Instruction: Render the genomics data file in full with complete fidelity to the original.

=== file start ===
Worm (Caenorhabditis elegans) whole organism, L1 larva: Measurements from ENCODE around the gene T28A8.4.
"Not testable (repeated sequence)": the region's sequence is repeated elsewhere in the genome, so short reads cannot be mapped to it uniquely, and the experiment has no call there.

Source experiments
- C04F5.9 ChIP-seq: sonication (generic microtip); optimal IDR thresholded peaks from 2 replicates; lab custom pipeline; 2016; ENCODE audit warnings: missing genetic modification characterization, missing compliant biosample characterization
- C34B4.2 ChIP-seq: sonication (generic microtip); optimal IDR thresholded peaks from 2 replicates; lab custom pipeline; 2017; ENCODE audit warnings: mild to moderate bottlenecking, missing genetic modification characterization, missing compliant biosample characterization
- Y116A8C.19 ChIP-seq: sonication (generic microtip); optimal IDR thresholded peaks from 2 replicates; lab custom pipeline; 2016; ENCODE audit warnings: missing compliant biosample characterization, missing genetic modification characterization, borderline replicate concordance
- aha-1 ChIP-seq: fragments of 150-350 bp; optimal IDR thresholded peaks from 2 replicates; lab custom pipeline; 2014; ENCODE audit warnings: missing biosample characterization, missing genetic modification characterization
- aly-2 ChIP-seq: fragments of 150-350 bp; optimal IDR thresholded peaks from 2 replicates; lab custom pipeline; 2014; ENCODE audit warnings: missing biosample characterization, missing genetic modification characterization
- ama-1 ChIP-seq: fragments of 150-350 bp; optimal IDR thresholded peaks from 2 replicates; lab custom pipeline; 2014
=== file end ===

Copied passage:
Worm (Caenorhabditis elegans) whole organism, L1 larva: Measurements from ENCODE around the gene T28A8.4.
"Not testable (repeated sequence)": the region's sequence is repeated elsewhere in the genome, so short reads cannot be mapped to it uniquely, and the experiment has no call there.

Source experiments
- C04F5.9 ChIP-seq: sonication (generic microtip); optimal IDR thresholded peaks from 2 replicates; lab custom pipeline; 2016; ENCODE audit warnings: missing genetic modification characterization, missing compliant biosample characterization
- C34B4.2 ChIP-seq: sonication (generic microtip); optimal IDR thresholded peaks from 2 replicates; lab custom pipeline; 2017; ENCODE audit warnings: mild to moderate bottlenecking, missing genetic modification characterization, missing compliant biosample characterization
- Y116A8C.19 ChIP-seq: sonication (generic microtip); optimal IDR thresholded peaks from 2 replicates; lab custom pipeline; 2016; ENCODE audit warnings: missing compliant biosample characterization, missing genetic modification characterization, borderline replicate concordance
- aha-1 ChIP-seq: fragments of 150-350 bp; optimal IDR thresholded peaks from 2 replicates; lab custom pipeline; 2014; ENCODE audit warnings: missing biosample characterization, missing genetic modification characterization
- aly-2 ChIP-seq: fragments of 150-350 bp; optimal IDR thresholded peaks from 2 replicates; lab custom pipeline; 2014; ENCODE audit warnings: missing biosample characterization, missing genetic modification characterization
- ama-1 ChIP-seq: fragments of 150-350 bp; optimal IDR thresholded peaks from 2 replicates; lab custom pipeline; 2014